The people’s tenor painting the town red, white and blue

Russell Watson
Russell Watson
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‘The people’s tenor’ is touring patriotic songs for the Queen’s Jubilee. Sheena Hastings talks to Russell Watson.

RUSSELL Watson, the tenor who went from earning £25 a week as a dogsbody in a Salford factory to becoming Britain’s top-selling classical artist, relishes relating his anecdote about the Duke of Edinburgh.

“I was singing at a charity fundraiser at Buckingham Palace recently, and after I’d finished Jerusalem, Prince Philip came over to me and said ‘ Good lord, why have you got a microphone? They can hear you in space with that voice!’” .

It sounds a cliché – and that’s because it’s true – but little Russell, the welder’s son who liked nothing better than kicking a tin can around the streets of Urmston, could never have dreamed that he would one day rub shoulders with royalty, as well performing on Capital Hill in Washington, Sydney Opera House and may a top venue in between.

He’s a staunch royalist and much in demand to do a turn with those blood-stirring songs that have come to signify the Last Night of the Proms. So, over the coming weeks Watson will be performing what he calls a “good old singalong” – a short Queen’s Jubilee tour of eight venues across the country, with numbers that will get the crowd waving flags and singing along to the dyed-in-the-wool choruses of Men of Harlech, You’ll Never Walk Alone and Rule,Britannia!

One of, if not the, first British crossover artists, Watson says the versatility of his voice means he enjoys a great variety of work. With five albums each going gold, platinum or double platinum and four Classical BRIT awards under his belt, he can please himself artistically.

He was on the judging panel of Last Choir Standing, he headlines at the odd eisteddfod, and likes to mix it up. Only the other night he sang the finale of the premiere of Corrie, the new musical based on Coronation Street.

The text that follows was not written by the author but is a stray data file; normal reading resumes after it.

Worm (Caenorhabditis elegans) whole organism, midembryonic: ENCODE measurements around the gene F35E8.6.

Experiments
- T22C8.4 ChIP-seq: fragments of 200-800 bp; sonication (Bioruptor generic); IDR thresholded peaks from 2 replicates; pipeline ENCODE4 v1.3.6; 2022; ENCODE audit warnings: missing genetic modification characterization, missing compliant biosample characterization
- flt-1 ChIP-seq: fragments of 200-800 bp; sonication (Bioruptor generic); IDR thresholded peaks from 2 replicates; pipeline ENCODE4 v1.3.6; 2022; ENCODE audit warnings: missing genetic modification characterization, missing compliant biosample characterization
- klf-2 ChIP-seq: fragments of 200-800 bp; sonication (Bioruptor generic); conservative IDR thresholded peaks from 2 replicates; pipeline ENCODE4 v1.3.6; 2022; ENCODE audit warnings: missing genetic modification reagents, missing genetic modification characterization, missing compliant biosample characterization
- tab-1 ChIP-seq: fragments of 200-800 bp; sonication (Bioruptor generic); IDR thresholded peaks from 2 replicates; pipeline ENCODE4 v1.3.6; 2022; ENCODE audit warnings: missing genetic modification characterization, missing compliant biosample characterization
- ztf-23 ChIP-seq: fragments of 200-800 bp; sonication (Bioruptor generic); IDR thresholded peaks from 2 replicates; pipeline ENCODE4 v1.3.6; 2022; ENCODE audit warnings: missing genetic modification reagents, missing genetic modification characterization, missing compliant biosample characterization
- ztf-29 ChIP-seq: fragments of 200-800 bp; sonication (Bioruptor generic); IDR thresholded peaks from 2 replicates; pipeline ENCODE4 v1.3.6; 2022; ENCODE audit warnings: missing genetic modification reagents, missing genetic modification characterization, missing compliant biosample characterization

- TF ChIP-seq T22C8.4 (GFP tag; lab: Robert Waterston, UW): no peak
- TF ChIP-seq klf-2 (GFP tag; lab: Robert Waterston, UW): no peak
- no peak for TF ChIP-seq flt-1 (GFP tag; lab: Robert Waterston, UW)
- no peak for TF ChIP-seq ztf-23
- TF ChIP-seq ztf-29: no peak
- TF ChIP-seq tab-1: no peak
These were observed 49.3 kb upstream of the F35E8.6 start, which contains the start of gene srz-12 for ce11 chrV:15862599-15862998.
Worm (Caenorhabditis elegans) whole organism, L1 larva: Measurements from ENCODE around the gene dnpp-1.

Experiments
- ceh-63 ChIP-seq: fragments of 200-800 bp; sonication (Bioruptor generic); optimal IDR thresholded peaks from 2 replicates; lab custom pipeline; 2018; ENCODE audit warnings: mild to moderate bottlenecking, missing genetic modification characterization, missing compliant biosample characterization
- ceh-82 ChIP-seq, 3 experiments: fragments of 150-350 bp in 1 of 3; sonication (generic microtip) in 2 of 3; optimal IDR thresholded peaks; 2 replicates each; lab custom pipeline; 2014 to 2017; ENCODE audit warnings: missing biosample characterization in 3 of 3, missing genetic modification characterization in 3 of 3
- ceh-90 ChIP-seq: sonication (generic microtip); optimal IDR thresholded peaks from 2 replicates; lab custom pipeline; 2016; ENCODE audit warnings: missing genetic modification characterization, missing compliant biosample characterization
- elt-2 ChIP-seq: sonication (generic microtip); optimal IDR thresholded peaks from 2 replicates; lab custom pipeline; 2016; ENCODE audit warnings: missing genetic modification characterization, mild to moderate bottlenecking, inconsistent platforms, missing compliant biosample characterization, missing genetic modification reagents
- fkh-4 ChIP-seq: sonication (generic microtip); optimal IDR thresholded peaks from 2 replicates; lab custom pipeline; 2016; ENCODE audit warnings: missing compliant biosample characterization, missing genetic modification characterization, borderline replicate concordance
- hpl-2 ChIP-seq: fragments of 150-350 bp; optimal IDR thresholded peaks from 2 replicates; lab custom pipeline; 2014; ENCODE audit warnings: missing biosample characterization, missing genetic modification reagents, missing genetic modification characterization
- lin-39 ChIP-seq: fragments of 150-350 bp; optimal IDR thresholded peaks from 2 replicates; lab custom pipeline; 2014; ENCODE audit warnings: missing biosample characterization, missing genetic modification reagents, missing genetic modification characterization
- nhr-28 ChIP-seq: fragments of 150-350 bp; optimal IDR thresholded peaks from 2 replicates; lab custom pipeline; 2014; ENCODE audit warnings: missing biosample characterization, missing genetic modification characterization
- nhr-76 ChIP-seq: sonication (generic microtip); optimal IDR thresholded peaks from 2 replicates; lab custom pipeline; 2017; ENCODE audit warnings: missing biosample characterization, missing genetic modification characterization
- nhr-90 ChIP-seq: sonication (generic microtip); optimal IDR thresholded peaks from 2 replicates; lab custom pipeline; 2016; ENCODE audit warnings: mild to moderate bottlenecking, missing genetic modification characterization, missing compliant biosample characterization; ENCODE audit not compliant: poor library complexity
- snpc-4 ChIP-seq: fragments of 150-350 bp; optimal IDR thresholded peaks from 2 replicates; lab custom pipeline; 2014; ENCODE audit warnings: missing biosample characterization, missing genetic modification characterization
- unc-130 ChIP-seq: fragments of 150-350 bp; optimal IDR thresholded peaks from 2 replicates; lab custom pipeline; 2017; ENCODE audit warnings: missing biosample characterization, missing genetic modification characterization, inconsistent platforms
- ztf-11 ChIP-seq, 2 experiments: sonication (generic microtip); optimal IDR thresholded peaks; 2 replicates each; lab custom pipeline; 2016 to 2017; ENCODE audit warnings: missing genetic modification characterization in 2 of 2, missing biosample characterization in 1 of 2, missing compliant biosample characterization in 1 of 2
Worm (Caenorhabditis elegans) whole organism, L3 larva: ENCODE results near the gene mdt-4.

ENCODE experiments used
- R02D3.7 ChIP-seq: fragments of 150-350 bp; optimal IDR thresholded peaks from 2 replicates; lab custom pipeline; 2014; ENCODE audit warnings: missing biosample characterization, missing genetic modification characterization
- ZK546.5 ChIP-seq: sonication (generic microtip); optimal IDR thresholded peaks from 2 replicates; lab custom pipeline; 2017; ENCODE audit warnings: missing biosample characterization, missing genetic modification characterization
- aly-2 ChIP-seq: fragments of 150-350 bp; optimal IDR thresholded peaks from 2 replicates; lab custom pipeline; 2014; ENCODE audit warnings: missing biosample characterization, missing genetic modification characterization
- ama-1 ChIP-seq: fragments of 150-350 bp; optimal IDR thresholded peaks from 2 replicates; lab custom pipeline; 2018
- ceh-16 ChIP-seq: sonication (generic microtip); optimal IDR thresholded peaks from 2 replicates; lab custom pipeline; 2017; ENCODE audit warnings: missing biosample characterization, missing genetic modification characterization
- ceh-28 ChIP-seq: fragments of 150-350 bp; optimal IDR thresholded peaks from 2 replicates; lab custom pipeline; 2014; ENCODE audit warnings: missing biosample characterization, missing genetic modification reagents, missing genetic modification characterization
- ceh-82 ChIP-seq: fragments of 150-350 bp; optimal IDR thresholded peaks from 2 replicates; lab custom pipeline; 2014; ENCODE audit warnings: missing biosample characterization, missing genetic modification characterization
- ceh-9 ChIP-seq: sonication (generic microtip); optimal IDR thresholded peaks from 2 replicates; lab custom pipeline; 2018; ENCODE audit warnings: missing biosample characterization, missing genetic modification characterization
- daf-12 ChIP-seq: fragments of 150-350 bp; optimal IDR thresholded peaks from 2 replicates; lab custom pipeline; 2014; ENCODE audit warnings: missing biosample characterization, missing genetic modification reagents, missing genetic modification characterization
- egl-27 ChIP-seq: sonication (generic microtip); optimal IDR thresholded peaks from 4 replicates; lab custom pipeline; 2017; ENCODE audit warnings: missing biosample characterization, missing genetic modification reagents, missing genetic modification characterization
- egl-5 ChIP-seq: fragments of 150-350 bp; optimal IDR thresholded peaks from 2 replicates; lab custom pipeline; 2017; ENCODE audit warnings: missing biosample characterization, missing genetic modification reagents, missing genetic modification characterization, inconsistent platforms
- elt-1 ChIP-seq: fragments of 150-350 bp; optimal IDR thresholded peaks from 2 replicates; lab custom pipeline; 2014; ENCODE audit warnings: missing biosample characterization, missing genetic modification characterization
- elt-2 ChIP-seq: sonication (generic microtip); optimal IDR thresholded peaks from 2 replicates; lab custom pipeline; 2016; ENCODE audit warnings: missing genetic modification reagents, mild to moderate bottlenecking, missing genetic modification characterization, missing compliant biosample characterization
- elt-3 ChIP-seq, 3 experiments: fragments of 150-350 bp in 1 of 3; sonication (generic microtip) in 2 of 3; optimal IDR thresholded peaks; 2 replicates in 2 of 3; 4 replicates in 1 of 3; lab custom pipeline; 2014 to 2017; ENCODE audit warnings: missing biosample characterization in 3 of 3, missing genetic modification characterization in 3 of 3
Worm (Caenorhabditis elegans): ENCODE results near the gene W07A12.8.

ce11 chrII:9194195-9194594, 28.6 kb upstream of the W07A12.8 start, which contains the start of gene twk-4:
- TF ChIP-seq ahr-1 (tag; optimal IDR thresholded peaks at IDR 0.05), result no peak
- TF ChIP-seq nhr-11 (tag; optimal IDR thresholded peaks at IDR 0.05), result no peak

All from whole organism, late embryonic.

Despite the fact that he was belting out tunes almost from the moment he could talk, making something serious of singing wasn’t on the cards for Watston the child.

“I just had this deep love for music. My grandad was a highly skilled amateur classical pianist, and my gran and mum liked listening to Schubert and Schumann. I liked an eclectic mix of classical and but also the Beatles and later the Jam. I played the piano and got bored, but then picked up the guitar. My friend and I would jam away in my bedroom.”

After leaving school to work in a factory, Watson married young and had two daughters. To keep the family afloat, he began singing in working men’s clubs. One night he was encouraged to sing Nessun Dorma, which went down a storm and not long afterwards he entered a competition run by Manchester’s Piccadilly Radio to find a new star.

He won, but it was appearances on the football pitch that really launched his career.

Having sung the National Anthem at the 1999 Rugby League Challenge Cup at Wembley and Queen’s Barcelona at the final match of the premiership season between his team Manchester United and Spurs, he was invited to sing a few songs at the UEFA Champions’ League final in Barcelona’s Nou Camp between United and Bayern Munich.

From that point his star kept soaring, with performances that embraced rock and roll, classical and pop, nine studio albums, appearances before rapturous crowds, royalty and potentates worldwide.

He moved to the celebrity belt in Cheshire, however his good fortune was halted by a pituitary tumour, operated on successfully in 2006, and again after a recurrence in 2007.

The experience changed him. “It had a profound effect. I value life to a greater level now, and don’t suffer fools. I don’t listen to those people who whinge about how tough the music industry is these days.

“We’re lucky. It’s true that it’s hard to sustain a career over many years, but there’s no better feeling than walking out on stage and feeling the love from the crowd.”

For those who think Russell Watson, the untrained star tenor, just miraculously sings without any real technical know-how, he shares a secret:

“I couldn’t keep doing it and improving if I hadn’t worked with some of the best coaches in the world – and especially in the last five years, when the cancer meant the infrastructure of my voice needed a lot of work.

“Following the second tumour I was told I would never sing again. I didn’t accept that, and after a lot of work my voice is deeper and richer than ever.”

Russell Watson performs at Sheffield City Hall on June 22. Tickets 0114 278 9789 His new album Anthems – Music to Inspire a Nation is released today.